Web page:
TikTok ‘promoted misogyny and negative stereotypes’ in run-up to EU elections

by Admin
TikTok ‘promoted misogyny and negative stereotypes’ in run-up to EU elections

A new study has found that TikTok’s search suggestions contained toxic language towards women and minorities in Finland.


TikTok’s lack of moderation led to objectifying and sexist language appearing in search suggestions for female politicians and pushed almost exclusively negative information about certain politicians both male and female.

These are findings from Finnish methodologies company CheckFirst and fact-checking service Faktabaari, as part of their CrossOver project.

For example, the suggestions for former Prime Minister Sanna Marin included “Sanna Marin masturbation video”.

The suggestions for Eva Biaudet, MP for the right-of-centre Swedish People’s Party of Finland, included “Eva and Kristian have sex in the sauna”.

Search suggestions are partly influenced by the searches made by other users, meaning they may inadvertently perpetuate stereotypes and false claims.

Some of these suggestions weren’t random but related to searches made and videos produced about the individuals, the report said, and many of them were negative or problematic.

The search suggestions were often accusatory or critical of politicians, such as “turncoat” for Mauri Peltokangas, MP for the far-right Finns Party, and “abducting children” for Pekka Haavisto, MP for the centre-left Green League.

All of this potentially created a bias in how the public perceives them and is particularly dangerous ahead of an election, as was the case with the content in Finnish in the lead-up to the European elections.

More generally, TikTok’s search results contained harmful language against marginalised groups, including women, Jewish people and the LGBT community, according to the report.

Suggestions for “women” included “into the kitchen” and “shut your mouth”, while other autofill phrases proposed were “Romani people steal” and “refugees out”.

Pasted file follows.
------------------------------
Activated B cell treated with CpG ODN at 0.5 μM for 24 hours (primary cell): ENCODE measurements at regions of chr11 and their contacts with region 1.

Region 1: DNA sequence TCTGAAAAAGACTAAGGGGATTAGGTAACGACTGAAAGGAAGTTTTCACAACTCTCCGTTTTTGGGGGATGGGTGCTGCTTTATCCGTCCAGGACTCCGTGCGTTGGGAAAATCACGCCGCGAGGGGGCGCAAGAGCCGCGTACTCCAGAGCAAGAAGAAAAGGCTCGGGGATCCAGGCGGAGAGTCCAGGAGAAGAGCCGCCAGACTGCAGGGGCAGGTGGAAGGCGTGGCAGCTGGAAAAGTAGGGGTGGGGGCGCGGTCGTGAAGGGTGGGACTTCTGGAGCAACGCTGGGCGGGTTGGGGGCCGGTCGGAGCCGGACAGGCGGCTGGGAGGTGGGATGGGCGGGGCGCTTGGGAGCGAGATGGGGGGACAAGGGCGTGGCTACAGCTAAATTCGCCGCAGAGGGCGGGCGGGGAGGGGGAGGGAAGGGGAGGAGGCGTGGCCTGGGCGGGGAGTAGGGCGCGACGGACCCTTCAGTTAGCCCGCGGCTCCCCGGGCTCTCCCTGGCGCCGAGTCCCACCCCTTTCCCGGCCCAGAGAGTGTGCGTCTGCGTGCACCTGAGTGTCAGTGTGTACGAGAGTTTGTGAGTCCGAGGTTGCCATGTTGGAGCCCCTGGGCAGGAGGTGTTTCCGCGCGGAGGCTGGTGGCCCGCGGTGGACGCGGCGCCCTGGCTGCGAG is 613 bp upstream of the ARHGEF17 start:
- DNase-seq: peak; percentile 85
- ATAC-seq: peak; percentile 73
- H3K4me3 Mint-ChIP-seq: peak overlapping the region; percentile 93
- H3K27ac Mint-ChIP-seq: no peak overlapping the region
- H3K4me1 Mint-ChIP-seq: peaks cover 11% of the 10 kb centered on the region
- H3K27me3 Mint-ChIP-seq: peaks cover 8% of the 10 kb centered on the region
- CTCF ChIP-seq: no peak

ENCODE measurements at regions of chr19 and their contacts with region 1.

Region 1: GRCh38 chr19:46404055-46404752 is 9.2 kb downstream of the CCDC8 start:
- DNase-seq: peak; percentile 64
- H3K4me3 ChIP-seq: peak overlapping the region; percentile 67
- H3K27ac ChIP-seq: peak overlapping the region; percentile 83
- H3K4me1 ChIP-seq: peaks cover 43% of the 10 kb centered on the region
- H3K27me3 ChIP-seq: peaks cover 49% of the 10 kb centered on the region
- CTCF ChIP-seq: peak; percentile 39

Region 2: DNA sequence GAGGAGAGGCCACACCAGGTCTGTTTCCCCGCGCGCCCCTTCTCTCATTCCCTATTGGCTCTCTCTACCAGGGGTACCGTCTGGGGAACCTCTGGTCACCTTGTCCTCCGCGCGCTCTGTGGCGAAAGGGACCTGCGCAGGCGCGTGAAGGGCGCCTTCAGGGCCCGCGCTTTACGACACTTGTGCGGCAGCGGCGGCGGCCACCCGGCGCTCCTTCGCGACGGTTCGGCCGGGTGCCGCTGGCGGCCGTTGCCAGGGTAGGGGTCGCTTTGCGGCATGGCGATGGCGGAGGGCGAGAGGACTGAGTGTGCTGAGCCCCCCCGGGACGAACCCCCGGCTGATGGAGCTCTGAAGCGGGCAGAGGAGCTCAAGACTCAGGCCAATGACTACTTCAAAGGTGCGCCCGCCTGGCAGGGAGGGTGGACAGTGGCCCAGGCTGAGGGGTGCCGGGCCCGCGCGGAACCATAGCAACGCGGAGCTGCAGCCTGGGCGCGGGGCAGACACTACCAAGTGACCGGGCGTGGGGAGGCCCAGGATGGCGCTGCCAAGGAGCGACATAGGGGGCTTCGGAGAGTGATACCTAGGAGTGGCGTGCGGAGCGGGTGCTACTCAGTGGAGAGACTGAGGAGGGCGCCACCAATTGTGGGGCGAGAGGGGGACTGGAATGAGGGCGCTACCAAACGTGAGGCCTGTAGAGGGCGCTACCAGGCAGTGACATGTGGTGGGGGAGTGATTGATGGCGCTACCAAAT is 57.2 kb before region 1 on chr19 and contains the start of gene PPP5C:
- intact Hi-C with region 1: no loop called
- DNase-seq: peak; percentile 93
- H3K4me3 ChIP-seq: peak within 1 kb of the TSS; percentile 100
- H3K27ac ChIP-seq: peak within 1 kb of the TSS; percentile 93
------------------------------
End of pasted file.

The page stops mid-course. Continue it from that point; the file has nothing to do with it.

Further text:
These suggestions make hate speech worse, the report said, adding that TikTok isn’t doing enough to counter bigotry on its platform.

There were also controversial suggestions linked to COVID-19.

“Vaccine harms” and “vaccine fear” were two examples, and while they generally led to videos of experts debunking vaccine-related fears, content discussing the supposed dangers of vaccines still slipped through the net.

The report said that the presence of these videos suggests TikTok’s measures against misinformation need further examination and that the platform should moderate its search suggestions.

As more and more people get their news from social media, it’s crucial that social networks have measures in place to combat harmful and misleading discourse.

“Recommendations are partly based on hashtags, and even rarely used hashtags end up as search suggestions,” said Guillaume Kuster, co-founder of CheckFirst, in a written statement. “This means search results can be easily influenced by automating videos with specific hashtags.”

“TikTok should also explore other ways to direct users to accurate election information, as labelling videos as election content is clearly insufficient, TikTok could offer users information about elections and reminders to vote, similar to other platform [sic],” he added.

A TikTok spokesperson told The Cube: “We dedicate significant resources to protecting the integrity of our platform through elections, including connecting our community to reliable information at our Election Centers, and removing harmful searches and other violations of our policies.”


“We continually invest in improving and strengthening our processes, including in local languages,” the spokesperson added.

Source Link

You may also like

Leave a Comment

This website uses cookies. By continuing to use this site, you accept our use of cookies.